Salman Rushdie vs. John le Carré
This feud, which The Guardian has called ”one of the most gloriously vituperative literary feuds of recent times,” goes back a whopping fifteen years, when Rushdie wrote a letter to the British newspaper suggesting that le Carré had no right to complain about being accused of anti-semitism, since he had “rather pompously, joined forces” with Rushdie’s “assailants” in the early struggle over The Satantic Verses. Barbs were exchanged as the writers seethed at each other, but now, it seems they’ve come to a peace agreement.
Last month, Rushdie sang le Carré’s praises at the Cheltenham literature festival, and expressed his regret over the argument. “I wish we hadn’t done it,” he said. “I think of Tinker Tailor Soldier Spy as one of the great novels of postwar Britain.” Le Carré responded in The Times, saying “I too regret the dispute,” and “if I met Salman tomorrow? I would warmly shake the hand of a brilliant fellow writer.” He also pretty much pats himself on the back for taking his original position, though. Oh well, water under the bridge.
V.S. Naipaul vs. Paul Theroux
Here’s another fifteen-year feud recently put to rest (perhaps they have an expiration date we don’t know about?). The longtime friendship between the two writers hit a bump when Theroux found out that Naipaul had put a lovingly inscribed copy of one of Theroux’s books up for sale online, and his friend told him to “take it on the chin.” (Naipaul, you might remember, is not the nicest man around) Theroux responded in grand form, writing an entire memoir, Sir Vidia’s Shadow, bitterly taking down his former friend. Last year, however, the feud came to a rather polite end, as the pair shook hands nicely at a book festival the Welsh town of Hay-on-Wye. The Hay Festival Handshake was a truce heard ’round the world. Naipaul even looks a little touched.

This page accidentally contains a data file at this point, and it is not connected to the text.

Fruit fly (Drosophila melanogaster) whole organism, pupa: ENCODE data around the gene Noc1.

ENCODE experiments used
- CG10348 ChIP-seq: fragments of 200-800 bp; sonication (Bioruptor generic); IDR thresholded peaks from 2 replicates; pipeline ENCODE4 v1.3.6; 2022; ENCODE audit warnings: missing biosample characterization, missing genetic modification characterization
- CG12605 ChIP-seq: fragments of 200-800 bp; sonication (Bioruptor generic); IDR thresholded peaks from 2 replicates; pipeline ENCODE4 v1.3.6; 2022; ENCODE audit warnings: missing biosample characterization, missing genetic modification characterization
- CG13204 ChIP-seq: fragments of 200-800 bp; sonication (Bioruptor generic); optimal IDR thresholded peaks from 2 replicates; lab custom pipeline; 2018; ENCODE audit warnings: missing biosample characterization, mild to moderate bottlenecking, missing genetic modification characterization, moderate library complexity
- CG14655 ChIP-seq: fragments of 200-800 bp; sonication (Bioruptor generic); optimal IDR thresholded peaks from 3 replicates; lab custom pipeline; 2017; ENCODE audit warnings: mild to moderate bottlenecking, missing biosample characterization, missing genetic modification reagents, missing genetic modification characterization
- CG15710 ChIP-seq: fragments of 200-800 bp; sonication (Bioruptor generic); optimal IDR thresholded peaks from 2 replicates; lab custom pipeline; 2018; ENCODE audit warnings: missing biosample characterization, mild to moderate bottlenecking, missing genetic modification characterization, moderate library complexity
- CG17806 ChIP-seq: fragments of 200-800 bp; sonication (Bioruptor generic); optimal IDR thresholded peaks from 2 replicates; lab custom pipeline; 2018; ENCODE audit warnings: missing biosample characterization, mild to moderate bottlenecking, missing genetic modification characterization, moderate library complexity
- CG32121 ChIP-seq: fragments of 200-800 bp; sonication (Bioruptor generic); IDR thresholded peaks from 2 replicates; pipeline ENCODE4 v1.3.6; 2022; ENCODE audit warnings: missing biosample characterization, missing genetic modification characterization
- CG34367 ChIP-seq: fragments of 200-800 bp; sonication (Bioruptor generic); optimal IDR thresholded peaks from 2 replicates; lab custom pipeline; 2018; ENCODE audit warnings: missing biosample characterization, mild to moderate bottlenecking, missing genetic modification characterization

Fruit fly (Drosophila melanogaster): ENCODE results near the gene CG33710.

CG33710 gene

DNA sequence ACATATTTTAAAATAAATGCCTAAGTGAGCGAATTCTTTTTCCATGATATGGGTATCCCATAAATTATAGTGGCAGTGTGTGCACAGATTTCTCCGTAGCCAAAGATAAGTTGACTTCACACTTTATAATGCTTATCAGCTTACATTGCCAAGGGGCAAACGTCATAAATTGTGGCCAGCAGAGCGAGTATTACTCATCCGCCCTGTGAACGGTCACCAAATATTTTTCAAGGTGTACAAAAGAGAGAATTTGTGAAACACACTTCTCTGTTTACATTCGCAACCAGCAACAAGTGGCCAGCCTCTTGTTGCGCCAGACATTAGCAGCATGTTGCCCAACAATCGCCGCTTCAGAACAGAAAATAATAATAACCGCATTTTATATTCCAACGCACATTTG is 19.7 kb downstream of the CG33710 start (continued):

Photo credit: Daniel Mordzinski, via The Telegraph
William Thackeray vs. Charles Dickens
Though often forgotten now, William Thackeray was second in public literary esteem only to Dickens in his day, and though the two were good friends, we’re sure this rankled him a bit. Perhaps that was why he started some nasty rumors about Dickens and sided with his wife after their separation. This coupled with the strain of their literary rivalry led to some critical letters being written back and forth — not between Dickens and Thackeray, but between Dickens’s protégé Edmund Yates and Thackeray. Eventually, the pair had it out at the Garrick Club, where they were both members, and made up shortly before Thackeray’s death.
Vladimir Nabokov vs. Edmund Wilson
Nabokov and Wilson were the best of friends (they even had pet names for each other: Volodya and Bunny), but they fell out over Wilson’s negative review of Nabokov’s translation of Alexander Pushkin’s Eugene Onegin. Their relationship, already bruised from Wilson’s chilly response to Lolita (“I like it less than anything else of yours I have read,” Wilson had written to Nabokov), went under as Nabokov struck back, writing that Wilson was a “commonsensical, artless, average reader with a natural vocabulary of, say six hundred basic words.”
Though the pair did not speak for many years, in 1967, Nabokov recorded an “odd dream” in his diary in which he and his Bunny had a “jocular reconciliation.” In 1971, after hearing that Wilson was ill, Nabokov reached out to his old friend, telling him that he no longer held a “grudge for your incomprehensible incomprehension of Pushkin’s and Nabokov’s Onegin.” Wilson responded in kind, but died the next year.
Gabriel García Márquez vs. Mario Vargas Llosa
See that bruise on Gabriel García Márquez’s face? That was Mario Vargas Llosa’s doing. Their feud lasted longer than many of the others on this list — a whole 30 years. Perhaps that’s what happens when the argument is over someone’s wife and not critical disagreements over soon-to-be-bestsellers. Even so, it was a book that brought them back together — when García Márquez allowed a glowing essay Vargas Llosa had written about One Hundred Years of Solitude to be published in the 40th anniversary edition, the literary world whispered that it meant their (maybe silent, maybe begrudging) reconciliation.
Dale Peck vs. Rick Moody
This one took more than an essay — it took a pie. To the face. In 2002, Dale Peck began his review of Rick Moody’s novel The Black Veil by getting right to the point: “Rick Moody is the worst writer of his generation.” Some bitter back and forth ensued, with other critics weighing in on either side — mostly Moody’s, of course. Peck had a reputation for being a little, shall we say, abrasive. Their feud famously ended six years later with Moody nailing Peck in the face with a pie at a fundraiser, which, we posit here, is the best way a feud has ever been ended.